George C. Devol, a largely self-taught inventor who drew from science fiction to help develop Unimate, the revolutionary mechanical arm that became a prototype for robots now widely used on automobile assembly lines and in other industries, died on Thursday at his home in Wilton, Conn. He was 99.
In the early 1950s, before the advent of industrial robotics, Mr. Devol (pronounced de-VAHL) built on his own work in electrical engineering and machine controls to design a mechanical arm that could be programmed to repeat precise tasks, like grasping and lifting.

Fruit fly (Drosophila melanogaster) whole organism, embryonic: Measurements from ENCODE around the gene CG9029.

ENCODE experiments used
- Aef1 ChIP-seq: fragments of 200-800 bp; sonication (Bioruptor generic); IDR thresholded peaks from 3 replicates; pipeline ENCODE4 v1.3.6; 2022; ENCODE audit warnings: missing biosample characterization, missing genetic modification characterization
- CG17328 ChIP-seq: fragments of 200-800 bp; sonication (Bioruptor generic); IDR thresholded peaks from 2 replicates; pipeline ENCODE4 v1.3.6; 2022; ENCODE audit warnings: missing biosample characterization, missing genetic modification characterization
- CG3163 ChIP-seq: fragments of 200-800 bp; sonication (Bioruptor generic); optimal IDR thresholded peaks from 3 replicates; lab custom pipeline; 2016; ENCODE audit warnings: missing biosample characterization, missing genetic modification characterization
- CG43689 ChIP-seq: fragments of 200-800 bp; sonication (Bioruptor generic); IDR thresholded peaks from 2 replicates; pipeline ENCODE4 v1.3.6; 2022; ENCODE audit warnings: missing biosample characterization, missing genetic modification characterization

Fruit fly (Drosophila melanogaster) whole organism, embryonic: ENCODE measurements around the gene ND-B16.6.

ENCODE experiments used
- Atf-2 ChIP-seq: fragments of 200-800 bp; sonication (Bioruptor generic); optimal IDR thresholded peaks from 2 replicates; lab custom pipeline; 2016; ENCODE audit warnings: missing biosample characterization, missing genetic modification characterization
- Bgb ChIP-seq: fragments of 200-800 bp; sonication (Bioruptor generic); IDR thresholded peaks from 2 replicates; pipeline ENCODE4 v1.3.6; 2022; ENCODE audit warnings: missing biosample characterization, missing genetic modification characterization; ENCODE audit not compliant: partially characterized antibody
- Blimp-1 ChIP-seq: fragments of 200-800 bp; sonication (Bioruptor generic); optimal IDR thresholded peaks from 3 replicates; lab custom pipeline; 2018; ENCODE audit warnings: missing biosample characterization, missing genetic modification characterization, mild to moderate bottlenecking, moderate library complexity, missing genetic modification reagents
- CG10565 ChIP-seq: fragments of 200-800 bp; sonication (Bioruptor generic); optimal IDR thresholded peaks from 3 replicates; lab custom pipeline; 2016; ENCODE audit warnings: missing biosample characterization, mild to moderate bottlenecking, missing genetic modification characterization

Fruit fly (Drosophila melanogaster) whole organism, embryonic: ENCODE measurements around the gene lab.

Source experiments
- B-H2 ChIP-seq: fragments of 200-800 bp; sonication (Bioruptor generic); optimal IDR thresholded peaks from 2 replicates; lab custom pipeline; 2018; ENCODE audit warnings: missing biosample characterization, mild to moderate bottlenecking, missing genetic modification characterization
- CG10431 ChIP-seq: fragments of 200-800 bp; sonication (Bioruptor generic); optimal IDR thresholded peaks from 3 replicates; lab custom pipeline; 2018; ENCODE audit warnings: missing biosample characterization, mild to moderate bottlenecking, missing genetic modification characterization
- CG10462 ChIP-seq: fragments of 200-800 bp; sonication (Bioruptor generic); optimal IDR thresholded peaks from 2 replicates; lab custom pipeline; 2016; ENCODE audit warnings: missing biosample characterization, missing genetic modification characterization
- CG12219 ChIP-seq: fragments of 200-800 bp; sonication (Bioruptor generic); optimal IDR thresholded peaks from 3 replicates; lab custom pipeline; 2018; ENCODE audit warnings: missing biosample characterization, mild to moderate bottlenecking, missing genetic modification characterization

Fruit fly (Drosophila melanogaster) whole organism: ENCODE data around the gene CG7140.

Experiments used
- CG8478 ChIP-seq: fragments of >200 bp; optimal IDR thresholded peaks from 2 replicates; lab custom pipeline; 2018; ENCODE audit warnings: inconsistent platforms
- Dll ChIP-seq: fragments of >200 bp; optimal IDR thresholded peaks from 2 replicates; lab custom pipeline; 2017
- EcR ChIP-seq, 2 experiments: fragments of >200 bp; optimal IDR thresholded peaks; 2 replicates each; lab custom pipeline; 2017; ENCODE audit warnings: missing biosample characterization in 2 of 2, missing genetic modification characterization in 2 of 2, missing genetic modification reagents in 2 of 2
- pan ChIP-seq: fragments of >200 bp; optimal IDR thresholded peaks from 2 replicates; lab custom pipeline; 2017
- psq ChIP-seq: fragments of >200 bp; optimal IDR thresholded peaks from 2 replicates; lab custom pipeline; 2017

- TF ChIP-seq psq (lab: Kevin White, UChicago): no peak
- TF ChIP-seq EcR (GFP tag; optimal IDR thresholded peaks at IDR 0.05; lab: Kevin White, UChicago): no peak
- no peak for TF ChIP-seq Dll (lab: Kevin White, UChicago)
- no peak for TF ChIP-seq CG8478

He applied for a patent in 1954 and explained the concept to a fellow engineer, Joseph F. Engelberger, at a cocktail party where they discussed their favorite science fiction writers. Mr. Engelberger listened with interest and immediately seized on the significance of the new technology.
Mr. Devol named the concept Universal Automation — later shortened to Unimation — and received a patent in 1961. Mr. Engelberger formed a company, Unimation Inc., of Danbury, Conn., to adapt and apply the ideas of Mr. Devol and other innovators, and soon came up with the Unimate, an early and highly successful effort to replace factory workers with robotic machinery.
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